Introduction: The Story Behind the Stories
When it comes to short story collections, one of my all-time favorite authors has always been Isaac Asimov. Why? Not because he wrote such great stories (though he did write great ones); rather, it was because he took the time to write anywhere from a few lines to a few paragraphs about each story. The story behind the stories. Sometimes I’d go through his collections and read all introductions before I read any of the stories.
To get a glimpse into the author’s mind about what he was trying to accomplish, or how the story was born, or the assorted trials and tribulations the story caused or endured – that fascinated me. I think anyone who has ever uttered the phrase, “I would loved to have been a fly on the wall when…” can appreciate that. And given how much I love stories - long, short, printed, on the big screen, it doesn’t matter; I just love stories – the opportunity to be a fly on Isaac Asimov’s wall was a real treat. Maybe it was that secret part of my soul that, even then, longed to be a writer. On the other hand, maybe it was nothing more than that fundamental aspect in all of us, that thing in our basic human nature which simply relishes feeling like we’re “in” on someone’s secrets. Or maybe it was, C) all of the above. Didn’t much matter. I loved those introductions.
Well, for the next few weeks I'm going to be bringing you the stories behind the stories published in issue three of InterGalactic Medicine Show. I'll post two a week until all our authors have been heard from, and we'll kick it off with a few words from the author of our cover story:
"Dream Engine" is something of a hodgepodge story, combining various free-floating ideas I've had for years.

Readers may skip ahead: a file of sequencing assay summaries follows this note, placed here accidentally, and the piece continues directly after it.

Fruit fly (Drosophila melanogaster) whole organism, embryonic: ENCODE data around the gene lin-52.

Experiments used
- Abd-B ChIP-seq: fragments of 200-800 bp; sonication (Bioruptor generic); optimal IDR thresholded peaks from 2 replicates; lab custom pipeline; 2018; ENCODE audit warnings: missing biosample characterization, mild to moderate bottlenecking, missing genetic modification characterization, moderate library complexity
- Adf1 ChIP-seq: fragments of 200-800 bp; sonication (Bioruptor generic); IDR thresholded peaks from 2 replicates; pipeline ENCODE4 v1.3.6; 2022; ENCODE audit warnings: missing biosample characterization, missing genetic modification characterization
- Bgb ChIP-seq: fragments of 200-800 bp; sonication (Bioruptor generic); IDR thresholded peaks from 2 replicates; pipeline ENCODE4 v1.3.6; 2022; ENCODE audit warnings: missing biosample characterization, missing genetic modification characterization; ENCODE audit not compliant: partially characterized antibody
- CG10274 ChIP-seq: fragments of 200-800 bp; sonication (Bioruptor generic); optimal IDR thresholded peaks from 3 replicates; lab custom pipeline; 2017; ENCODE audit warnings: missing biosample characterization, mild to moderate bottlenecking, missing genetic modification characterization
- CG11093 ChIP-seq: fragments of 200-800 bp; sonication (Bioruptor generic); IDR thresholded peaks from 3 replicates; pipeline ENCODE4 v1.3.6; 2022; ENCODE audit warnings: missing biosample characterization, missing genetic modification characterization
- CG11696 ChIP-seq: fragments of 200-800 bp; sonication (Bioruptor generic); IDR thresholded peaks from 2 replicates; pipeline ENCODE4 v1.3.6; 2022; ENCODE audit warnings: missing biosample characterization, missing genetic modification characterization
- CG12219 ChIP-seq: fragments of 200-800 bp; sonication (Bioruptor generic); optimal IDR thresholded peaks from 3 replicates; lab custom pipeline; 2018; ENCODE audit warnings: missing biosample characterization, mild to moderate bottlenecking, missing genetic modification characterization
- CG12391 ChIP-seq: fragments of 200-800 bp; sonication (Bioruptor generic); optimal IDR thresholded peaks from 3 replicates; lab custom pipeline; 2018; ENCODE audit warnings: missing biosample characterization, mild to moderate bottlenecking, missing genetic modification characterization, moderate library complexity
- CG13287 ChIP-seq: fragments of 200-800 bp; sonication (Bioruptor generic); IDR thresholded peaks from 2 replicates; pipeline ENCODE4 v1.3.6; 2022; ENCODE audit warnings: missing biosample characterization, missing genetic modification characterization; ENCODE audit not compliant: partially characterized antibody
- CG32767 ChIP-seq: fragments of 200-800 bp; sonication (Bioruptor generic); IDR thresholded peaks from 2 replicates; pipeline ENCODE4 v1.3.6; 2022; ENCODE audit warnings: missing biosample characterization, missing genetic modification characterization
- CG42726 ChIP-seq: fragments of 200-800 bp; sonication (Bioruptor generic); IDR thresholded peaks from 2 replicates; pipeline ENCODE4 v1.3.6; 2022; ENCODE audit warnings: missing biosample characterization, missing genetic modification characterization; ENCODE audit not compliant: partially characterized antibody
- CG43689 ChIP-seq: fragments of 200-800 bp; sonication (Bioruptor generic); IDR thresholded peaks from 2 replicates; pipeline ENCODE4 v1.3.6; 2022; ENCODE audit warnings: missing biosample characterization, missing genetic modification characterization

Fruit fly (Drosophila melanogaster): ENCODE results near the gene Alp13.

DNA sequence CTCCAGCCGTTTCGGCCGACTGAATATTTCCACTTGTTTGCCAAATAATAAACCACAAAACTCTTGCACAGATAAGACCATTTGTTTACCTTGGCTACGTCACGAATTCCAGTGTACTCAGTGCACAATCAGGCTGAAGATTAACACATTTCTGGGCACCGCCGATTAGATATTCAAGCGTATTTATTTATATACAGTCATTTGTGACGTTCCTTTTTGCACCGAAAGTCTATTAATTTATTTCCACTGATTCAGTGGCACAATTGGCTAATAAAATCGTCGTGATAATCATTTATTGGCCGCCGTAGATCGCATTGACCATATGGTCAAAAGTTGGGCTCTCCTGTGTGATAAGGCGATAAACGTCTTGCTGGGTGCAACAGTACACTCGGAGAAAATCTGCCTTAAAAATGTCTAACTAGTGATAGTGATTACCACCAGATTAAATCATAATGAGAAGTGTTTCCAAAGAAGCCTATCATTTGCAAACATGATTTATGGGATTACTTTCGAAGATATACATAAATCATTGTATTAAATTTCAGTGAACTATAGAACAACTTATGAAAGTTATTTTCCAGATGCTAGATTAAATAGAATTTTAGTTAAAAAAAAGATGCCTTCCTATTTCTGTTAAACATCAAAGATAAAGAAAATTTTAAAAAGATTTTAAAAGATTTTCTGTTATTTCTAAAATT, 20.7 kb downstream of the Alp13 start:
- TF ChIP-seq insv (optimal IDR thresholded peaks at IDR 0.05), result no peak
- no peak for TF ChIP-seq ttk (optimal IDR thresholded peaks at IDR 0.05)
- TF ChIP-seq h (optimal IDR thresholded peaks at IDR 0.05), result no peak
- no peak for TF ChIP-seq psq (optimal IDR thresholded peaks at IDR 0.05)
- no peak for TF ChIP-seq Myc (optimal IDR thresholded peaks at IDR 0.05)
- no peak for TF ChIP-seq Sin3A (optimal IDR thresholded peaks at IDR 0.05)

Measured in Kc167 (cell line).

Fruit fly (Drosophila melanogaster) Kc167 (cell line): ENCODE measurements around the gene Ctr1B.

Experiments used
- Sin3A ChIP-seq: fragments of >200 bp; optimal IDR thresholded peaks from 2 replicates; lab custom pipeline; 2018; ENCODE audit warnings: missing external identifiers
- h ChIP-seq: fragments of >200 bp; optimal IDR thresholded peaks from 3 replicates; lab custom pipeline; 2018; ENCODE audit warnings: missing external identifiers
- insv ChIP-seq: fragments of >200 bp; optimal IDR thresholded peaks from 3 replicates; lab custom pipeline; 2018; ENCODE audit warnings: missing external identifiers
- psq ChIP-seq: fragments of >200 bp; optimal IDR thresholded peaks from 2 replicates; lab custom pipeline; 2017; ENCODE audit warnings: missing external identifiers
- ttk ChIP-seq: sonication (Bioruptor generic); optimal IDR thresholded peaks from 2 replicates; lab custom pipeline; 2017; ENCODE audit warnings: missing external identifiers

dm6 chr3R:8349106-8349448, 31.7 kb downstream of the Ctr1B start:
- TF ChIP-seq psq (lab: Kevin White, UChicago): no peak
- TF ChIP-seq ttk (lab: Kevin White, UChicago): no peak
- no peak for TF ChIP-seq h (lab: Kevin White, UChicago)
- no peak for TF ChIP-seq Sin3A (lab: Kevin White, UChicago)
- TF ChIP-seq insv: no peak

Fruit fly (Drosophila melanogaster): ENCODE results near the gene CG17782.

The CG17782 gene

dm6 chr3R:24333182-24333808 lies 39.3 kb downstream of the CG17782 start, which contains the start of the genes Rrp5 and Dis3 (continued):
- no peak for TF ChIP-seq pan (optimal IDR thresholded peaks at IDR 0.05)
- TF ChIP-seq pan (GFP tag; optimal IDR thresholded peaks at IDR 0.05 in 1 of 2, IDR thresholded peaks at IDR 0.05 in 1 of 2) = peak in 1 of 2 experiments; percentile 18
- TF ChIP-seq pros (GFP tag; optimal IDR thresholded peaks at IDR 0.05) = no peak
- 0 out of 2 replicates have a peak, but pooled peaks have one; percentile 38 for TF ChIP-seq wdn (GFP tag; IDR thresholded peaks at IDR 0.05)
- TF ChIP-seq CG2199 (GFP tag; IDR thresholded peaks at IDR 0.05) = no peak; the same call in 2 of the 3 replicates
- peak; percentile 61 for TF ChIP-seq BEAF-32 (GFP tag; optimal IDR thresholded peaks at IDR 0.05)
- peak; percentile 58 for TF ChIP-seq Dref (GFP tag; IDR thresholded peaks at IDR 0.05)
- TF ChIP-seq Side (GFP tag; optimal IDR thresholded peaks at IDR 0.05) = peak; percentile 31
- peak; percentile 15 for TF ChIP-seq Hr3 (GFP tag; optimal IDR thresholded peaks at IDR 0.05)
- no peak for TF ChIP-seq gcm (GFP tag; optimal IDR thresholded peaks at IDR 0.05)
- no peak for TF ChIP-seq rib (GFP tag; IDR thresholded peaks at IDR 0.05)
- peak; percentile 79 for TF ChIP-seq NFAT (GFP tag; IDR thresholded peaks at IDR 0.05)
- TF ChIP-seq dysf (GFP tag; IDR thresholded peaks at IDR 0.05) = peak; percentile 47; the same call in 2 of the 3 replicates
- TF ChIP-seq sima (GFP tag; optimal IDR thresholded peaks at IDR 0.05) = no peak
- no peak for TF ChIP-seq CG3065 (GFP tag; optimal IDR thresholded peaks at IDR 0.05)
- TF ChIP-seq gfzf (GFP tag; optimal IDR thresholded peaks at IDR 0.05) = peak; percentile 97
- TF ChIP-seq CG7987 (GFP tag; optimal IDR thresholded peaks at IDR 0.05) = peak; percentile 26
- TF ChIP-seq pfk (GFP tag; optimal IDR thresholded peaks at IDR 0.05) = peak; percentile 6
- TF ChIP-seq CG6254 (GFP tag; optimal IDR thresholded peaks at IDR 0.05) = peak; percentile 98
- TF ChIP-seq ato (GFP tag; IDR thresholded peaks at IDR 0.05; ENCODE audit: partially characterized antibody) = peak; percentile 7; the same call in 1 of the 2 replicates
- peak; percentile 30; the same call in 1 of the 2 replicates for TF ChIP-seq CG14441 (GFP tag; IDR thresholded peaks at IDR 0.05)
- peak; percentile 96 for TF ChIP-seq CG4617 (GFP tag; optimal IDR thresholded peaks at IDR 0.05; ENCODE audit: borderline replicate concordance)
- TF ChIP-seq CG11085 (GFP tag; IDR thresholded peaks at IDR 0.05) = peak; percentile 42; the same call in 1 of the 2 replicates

I've always liked weird cities -- from Edward Bryant's Cinnabar to M. John Harrison's Viriconium to China Miéville's New Crobuzon, and I've long wanted to create my own bizarre urban setting. I came up with the idea of a city at the center of a multiverse, a big messy organic sprawl built up on the spinning axis of the great wheel of the multiverse, with whole discrete universes whirling around it on all sides. Conceiving of such a place raised obvious questions. How would such a linchpin city be populated? How would they feed and shelter themselves, how would they trade, etc.? At some point, reading about the collapse of the former Soviet Union, I came across the word "Kleptocracy," to describe a state ruled by thieves. That seemed perfect. The denizens of my city -- which I called "Nexington-on-Axis" -- are magpies of the multiverse, snatching buildings, people, animals, and even hunks of land from passing planets, planes, and dimensions. I knew I'd hit upon a great setting, one where I could do almost anything. I wanted the city to have weirdly alien rulers and a Regent with a hidden agenda, and so I created them.
But a setting isn't a story.
The notion of a man who kills people in his dreams -- and the question of whether he would bear responsibility for those murders -- has fascinated me since high school, and I made a few attempts at writing that story over the years, without success. I realized how I could apply that old idea to my new setting, so I decided to give it a try. At that point, there was a setting, and something that could easily become a plot. All I needed was a protagonist.
I like detectives, from literary ones like Auguste Dupin, Sherlock Holmes, Sam Spade, and Hercule Poirot to newer media detectives like Veronica Mars and Adrian Monk. (I'm also fond of fictional bounty hunters, assassins, and secret agents.) A weird city like Nexington-on-Axis would need some kind of detective/enforcer, and who better than Howlaa Moor, a shapeshifting rogue of no fixed gender, who serves the state because the only alternative is death or imprisonment? (The no-fixed-gender thing did provide an interesting challenge when it came to pronouns, so I chose to use one of the several invented gender-neutral sets of terms: "zim" instead of him or her; "zir" instead of "his" or "hers"; "zie" instead of "he" or "she," etc.)
I'm a big fan of sidekicks, so it seemed natural to give Howlaa zir own Dr. Watson, in this case, the bodiless tattletale know-it-all Wisp. They seemed like perfect foils -- Howlaa can transform into virtually any living shape, while Wisp has no physical body at all, just a charged field of floating motes.
Once I had setting, plot, and characters in mind, the story was remarkably easy to write, and it's a world I expect to explore further. Howlaa and Wisp have a lot more adventures in them, I think.
You can link to my blog at www.journalscape.com/tim
"Dream Engine" is now available at www.InterGalacticMedicineShow.com